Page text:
Graham Coxon | Music | Pittsburgh | Pittsburgh City Paper

Graham Coxon

Happiness in Magazines

Graham Coxon, the singer-songwriter who is best known as the bespectacled, speaker-shredding guitarist for Blur, has always been something of an underachiever. After spending more than 12 years in the shadow of foppish front-man Damon Albarn, Coxon left the suburban Britpop wonders in 2002 with four self-released solo albums under his belt in as many years. In contrast to the increasingly studied artiness of Blur's most recent releases, Coxon's prior records -- beginning with the flawless lo-fi (mostly) acoustic blast of 1998's The Sky Is Too High and leaving off with 2002's mature The Kiss of Morning -- were relatively traditional, soul-baring (if occasionally off-key) affairs that wore their power-pop, acid-folk, post-punk and American indie influences unabashedly on their sleeves while gazing bashfully at their shoes.


Now, flush with fatherhood and sobriety (he ended a near-legendary relationship with the bottle after a 2002 stint in Britain's Priory Clinic), Coxon has stepped up to the major-label plate with Happiness in Magazines. Like his earlier releases, Magazines is a set of consistently rewarding-to-fantastic songs recorded almost entirely by Coxon himself (on guitar, bass, drums, and vocals); unlike his other albums, Magazines is positively brimming with confidence and newfound sense of purpose.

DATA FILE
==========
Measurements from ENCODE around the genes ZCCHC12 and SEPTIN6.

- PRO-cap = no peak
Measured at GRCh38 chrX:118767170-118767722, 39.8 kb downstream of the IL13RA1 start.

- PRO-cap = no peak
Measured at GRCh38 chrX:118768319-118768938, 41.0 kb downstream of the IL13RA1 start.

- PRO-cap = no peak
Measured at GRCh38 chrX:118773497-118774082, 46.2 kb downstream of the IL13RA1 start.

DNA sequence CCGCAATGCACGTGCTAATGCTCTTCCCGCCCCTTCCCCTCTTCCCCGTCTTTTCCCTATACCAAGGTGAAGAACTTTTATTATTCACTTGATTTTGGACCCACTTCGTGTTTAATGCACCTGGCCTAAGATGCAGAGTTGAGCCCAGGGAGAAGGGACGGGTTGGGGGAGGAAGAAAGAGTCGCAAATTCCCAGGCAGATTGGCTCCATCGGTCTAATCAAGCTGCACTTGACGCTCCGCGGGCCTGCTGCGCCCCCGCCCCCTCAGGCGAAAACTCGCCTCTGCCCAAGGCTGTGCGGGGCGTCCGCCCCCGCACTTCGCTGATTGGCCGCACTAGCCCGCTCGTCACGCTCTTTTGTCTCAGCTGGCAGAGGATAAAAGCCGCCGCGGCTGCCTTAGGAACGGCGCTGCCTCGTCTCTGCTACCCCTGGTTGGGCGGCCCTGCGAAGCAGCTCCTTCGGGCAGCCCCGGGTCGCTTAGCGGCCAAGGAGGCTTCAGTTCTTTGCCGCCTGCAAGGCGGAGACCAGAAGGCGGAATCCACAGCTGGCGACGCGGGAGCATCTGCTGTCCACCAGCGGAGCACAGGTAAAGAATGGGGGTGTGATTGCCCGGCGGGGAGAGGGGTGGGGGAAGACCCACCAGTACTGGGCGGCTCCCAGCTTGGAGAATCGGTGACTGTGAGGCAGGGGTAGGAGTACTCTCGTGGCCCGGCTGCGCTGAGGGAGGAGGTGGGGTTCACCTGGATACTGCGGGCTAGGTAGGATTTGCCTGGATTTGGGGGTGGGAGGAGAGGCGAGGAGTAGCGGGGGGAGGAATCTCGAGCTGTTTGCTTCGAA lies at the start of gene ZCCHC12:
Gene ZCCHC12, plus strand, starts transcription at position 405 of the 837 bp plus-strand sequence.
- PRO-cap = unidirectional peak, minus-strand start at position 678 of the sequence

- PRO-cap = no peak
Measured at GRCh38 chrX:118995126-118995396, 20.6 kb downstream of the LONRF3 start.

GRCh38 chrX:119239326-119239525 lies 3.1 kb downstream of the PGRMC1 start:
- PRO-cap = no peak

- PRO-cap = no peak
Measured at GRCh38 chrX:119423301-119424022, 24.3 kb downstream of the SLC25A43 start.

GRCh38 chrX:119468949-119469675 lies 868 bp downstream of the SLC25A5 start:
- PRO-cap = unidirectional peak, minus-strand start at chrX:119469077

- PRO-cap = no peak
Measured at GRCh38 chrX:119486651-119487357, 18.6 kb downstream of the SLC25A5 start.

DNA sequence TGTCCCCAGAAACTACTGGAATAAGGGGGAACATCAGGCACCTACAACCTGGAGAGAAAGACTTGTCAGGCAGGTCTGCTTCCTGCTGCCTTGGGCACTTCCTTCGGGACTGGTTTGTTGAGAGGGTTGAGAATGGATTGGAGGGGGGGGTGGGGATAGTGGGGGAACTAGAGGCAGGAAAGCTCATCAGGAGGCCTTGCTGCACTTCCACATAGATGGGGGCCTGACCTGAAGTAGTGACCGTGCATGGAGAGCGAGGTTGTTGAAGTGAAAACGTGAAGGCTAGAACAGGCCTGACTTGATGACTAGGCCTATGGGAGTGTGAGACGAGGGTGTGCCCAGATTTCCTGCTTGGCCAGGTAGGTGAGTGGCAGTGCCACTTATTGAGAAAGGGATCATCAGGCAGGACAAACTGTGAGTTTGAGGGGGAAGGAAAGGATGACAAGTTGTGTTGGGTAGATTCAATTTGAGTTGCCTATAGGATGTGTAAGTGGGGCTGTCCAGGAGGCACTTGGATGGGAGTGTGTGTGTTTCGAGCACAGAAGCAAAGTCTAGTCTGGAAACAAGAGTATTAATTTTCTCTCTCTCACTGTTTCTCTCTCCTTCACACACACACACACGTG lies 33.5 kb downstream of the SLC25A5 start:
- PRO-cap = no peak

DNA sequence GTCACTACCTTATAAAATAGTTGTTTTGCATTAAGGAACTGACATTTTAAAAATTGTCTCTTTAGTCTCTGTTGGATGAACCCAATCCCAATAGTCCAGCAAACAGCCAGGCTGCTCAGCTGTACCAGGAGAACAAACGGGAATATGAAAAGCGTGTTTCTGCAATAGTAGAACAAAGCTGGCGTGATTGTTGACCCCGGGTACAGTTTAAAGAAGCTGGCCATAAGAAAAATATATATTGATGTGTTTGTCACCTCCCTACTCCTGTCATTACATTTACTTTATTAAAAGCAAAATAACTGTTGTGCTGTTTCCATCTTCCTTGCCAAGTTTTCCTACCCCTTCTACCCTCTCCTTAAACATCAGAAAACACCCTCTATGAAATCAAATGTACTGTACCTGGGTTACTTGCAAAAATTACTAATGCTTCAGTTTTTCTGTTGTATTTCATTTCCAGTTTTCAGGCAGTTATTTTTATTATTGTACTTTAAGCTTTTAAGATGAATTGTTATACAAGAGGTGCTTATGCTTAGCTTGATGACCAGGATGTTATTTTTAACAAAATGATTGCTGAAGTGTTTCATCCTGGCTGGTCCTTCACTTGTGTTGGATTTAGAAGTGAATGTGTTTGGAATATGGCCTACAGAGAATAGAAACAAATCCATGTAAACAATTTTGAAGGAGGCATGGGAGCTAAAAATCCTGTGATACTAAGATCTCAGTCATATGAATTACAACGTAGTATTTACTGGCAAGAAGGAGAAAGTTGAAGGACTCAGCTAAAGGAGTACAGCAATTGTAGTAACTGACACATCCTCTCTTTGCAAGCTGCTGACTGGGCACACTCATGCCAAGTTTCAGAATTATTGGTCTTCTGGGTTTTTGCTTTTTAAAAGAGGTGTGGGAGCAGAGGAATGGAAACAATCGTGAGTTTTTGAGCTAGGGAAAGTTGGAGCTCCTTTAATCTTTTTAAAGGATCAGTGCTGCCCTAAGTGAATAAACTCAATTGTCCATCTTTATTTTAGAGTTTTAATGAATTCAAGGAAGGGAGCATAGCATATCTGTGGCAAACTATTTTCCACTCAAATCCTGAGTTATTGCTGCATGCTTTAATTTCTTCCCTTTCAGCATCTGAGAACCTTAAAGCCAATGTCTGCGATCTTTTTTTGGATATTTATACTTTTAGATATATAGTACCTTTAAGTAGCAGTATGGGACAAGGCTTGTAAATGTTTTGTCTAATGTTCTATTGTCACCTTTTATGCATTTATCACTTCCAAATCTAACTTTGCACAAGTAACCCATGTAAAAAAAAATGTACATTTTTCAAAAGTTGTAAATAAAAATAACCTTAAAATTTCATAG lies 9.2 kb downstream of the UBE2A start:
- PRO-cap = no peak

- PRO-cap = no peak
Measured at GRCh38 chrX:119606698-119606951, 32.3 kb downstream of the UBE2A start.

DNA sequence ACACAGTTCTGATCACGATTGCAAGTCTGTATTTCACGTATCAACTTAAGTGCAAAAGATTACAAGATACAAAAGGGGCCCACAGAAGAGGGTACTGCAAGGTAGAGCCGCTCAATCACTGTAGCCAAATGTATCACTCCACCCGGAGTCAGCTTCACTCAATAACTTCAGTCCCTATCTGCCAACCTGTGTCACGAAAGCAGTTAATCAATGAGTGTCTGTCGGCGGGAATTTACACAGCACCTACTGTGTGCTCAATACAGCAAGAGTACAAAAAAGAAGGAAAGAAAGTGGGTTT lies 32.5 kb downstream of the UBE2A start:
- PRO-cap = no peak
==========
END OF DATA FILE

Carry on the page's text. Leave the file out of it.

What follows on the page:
The change is apparent from the opening chords of the first single, "Spectacular," which opens the album in Parklife-era style and finds Coxon audibly grunting with pleasure during the instrumental break. The rest of the record is also an absolute joy, dominated by hook-ridden, relatively upbeat songs like "Freakin' Out" (a sure follow-up single), "Bittersweet Bundle of Misery" (one of the sweetest backhanded love songs of recent memory) and "Hopeless Friend" (which borrows liberally from The Who's "A Quick One" to great effect). However, it's the orchestral grandeur of the album's centerpiece, "All Over Me," and its closer, "Ribbons & Leaves," that really hits home on repeated listenings. In fact, if you're anything like this reviewer, that latter song will haunt your head and heart so much after listening that you'll have no choice but to start playing the entire disc again when it finishes.


It's hard to imagine paying a higher compliment to any recording artist. But it's refreshing to pay that compliment to someone as unpretentious, unassuming and unwittingly great as Graham Coxon. Please buy this album.

Comments (0)
Comments are closed.